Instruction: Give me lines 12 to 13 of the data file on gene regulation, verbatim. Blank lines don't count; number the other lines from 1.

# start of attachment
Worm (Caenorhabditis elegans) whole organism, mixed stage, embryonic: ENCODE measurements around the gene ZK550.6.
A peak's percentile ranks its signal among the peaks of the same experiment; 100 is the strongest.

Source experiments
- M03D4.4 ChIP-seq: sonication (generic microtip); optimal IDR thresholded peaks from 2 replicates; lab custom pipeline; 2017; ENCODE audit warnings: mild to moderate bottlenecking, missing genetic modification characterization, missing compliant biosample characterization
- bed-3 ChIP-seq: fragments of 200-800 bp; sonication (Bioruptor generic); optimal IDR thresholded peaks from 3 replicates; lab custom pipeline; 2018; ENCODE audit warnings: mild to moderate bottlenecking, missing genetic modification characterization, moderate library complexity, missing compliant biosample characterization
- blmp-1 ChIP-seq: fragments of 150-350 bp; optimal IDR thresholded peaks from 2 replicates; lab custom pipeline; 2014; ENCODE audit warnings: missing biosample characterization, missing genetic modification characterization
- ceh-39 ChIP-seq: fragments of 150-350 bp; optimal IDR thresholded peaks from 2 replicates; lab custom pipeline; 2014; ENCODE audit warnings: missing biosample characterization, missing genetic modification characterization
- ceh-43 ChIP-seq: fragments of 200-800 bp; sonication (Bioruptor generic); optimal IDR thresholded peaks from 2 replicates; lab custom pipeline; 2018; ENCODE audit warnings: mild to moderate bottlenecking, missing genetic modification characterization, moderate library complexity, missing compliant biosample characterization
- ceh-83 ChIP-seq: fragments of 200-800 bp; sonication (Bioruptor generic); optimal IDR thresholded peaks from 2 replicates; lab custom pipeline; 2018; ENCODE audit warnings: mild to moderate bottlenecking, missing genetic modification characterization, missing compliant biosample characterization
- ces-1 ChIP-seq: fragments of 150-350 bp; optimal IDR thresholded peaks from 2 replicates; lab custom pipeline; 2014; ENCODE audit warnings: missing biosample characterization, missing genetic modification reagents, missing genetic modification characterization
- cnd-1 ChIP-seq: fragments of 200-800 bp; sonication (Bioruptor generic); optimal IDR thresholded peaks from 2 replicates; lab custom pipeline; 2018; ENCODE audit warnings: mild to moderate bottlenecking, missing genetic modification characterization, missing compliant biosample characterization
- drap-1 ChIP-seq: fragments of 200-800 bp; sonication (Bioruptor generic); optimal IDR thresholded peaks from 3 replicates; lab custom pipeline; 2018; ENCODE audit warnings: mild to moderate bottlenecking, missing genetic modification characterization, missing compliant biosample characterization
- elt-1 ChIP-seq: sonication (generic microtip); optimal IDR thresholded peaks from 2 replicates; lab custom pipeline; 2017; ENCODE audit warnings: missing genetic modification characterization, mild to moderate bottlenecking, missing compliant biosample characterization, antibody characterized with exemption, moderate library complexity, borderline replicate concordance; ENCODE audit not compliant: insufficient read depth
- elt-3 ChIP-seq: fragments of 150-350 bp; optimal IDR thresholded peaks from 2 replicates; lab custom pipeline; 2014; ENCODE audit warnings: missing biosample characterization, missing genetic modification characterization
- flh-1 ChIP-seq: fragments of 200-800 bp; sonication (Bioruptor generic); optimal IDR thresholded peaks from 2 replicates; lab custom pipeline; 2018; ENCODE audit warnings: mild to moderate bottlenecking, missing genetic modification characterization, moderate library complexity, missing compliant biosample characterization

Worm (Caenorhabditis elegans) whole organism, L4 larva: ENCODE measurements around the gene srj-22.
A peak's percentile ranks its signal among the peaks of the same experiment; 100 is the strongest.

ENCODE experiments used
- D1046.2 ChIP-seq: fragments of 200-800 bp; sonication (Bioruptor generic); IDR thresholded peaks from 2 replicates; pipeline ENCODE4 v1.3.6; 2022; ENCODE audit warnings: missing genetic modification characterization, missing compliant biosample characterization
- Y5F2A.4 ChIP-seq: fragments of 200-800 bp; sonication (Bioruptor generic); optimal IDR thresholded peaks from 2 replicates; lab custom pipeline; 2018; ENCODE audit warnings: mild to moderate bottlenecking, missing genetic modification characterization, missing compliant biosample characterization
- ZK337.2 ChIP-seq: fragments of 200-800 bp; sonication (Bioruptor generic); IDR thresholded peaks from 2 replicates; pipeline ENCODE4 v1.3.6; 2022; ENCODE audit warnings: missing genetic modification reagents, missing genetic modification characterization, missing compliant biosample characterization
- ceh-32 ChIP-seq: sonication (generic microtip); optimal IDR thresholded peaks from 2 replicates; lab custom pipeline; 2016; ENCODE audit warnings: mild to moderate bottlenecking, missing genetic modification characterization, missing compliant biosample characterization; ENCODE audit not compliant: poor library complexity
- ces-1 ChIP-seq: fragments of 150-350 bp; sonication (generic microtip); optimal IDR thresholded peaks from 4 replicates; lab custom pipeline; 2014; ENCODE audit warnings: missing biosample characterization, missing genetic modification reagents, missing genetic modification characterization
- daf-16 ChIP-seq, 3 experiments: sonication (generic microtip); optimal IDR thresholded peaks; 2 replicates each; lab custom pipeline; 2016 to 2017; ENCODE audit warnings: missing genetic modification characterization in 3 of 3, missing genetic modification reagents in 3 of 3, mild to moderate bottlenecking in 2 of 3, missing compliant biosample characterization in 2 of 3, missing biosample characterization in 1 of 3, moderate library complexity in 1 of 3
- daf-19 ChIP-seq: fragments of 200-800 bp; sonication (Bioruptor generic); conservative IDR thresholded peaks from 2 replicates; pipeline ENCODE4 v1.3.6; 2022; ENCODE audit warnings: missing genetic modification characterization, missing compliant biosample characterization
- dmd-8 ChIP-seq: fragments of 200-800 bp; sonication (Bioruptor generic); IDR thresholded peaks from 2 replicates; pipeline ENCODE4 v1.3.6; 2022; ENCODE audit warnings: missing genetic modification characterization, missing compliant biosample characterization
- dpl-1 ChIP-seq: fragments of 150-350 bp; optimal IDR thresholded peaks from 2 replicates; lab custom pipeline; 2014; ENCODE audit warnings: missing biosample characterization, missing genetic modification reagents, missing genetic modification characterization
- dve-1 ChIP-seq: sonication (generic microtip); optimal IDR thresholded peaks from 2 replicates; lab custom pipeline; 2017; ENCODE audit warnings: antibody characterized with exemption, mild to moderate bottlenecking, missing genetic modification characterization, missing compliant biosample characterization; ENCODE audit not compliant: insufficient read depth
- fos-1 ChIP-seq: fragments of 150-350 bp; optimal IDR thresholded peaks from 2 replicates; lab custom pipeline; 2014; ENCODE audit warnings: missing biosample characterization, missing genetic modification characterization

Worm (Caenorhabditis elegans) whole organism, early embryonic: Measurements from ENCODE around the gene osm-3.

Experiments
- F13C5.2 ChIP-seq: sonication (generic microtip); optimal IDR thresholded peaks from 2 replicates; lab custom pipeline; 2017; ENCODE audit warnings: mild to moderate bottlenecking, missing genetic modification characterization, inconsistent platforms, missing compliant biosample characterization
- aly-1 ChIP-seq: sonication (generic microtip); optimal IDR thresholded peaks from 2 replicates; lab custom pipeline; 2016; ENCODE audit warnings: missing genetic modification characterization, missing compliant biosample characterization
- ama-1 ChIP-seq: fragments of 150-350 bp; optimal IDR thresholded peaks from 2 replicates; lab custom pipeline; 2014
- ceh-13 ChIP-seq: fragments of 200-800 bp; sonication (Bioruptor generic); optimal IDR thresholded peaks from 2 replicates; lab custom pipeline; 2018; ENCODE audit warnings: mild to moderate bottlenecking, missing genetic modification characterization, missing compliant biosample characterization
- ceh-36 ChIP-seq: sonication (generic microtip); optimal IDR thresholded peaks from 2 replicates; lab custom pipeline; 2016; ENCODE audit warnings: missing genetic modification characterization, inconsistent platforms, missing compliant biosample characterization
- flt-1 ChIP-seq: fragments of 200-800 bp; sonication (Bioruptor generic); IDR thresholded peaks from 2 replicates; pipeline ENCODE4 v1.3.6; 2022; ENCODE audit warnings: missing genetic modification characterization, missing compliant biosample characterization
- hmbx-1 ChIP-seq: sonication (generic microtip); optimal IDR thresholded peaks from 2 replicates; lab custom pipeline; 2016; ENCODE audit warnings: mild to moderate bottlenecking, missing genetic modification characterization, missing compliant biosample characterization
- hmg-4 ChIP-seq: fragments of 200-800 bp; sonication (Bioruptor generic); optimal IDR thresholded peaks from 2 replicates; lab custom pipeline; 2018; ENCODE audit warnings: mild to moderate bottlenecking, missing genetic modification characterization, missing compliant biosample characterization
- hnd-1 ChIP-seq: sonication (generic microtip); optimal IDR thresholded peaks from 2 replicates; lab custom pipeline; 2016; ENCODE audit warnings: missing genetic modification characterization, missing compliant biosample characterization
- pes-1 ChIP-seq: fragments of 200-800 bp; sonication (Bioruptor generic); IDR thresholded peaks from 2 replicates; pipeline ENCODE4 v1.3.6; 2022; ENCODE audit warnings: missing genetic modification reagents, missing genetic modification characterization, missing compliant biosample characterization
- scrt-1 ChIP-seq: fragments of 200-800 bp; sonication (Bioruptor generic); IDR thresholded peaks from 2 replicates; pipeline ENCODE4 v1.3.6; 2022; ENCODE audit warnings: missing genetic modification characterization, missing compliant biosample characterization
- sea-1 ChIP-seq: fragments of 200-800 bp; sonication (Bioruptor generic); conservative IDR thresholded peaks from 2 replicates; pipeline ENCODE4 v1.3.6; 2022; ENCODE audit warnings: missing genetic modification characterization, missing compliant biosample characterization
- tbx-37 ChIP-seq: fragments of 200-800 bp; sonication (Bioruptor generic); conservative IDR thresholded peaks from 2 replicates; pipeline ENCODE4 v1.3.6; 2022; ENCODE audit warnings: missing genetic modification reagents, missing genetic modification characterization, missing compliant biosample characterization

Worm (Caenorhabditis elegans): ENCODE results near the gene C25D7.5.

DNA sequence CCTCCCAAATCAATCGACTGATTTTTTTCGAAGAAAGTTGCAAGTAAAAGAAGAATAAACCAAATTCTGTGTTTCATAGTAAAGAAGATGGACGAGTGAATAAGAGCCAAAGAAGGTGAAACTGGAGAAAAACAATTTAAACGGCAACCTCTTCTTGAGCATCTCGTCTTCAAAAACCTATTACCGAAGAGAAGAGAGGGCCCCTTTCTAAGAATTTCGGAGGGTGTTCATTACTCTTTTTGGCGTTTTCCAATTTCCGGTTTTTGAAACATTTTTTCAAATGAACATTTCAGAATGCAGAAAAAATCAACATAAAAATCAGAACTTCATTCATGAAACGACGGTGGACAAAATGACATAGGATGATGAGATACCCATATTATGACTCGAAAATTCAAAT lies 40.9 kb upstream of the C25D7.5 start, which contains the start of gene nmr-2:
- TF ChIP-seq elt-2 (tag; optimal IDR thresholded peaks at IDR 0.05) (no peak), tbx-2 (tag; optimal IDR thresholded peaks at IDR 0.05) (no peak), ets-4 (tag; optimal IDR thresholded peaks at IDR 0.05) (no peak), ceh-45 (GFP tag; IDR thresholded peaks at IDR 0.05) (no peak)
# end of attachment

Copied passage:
- drap-1 ChIP-seq: fragments of 200-800 bp; sonication (Bioruptor generic); optimal IDR thresholded peaks from 3 replicates; lab custom pipeline; 2018; ENCODE audit warnings: mild to moderate bottlenecking, missing genetic modification characterization, missing compliant biosample characterization
- elt-1 ChIP-seq: sonication (generic microtip); optimal IDR thresholded peaks from 2 replicates; lab custom pipeline; 2017; ENCODE audit warnings: missing genetic modification characterization, mild to moderate bottlenecking, missing compliant biosample characterization, antibody characterized with exemption, moderate library complexity, borderline replicate concordance; ENCODE audit not compliant: insufficient read depth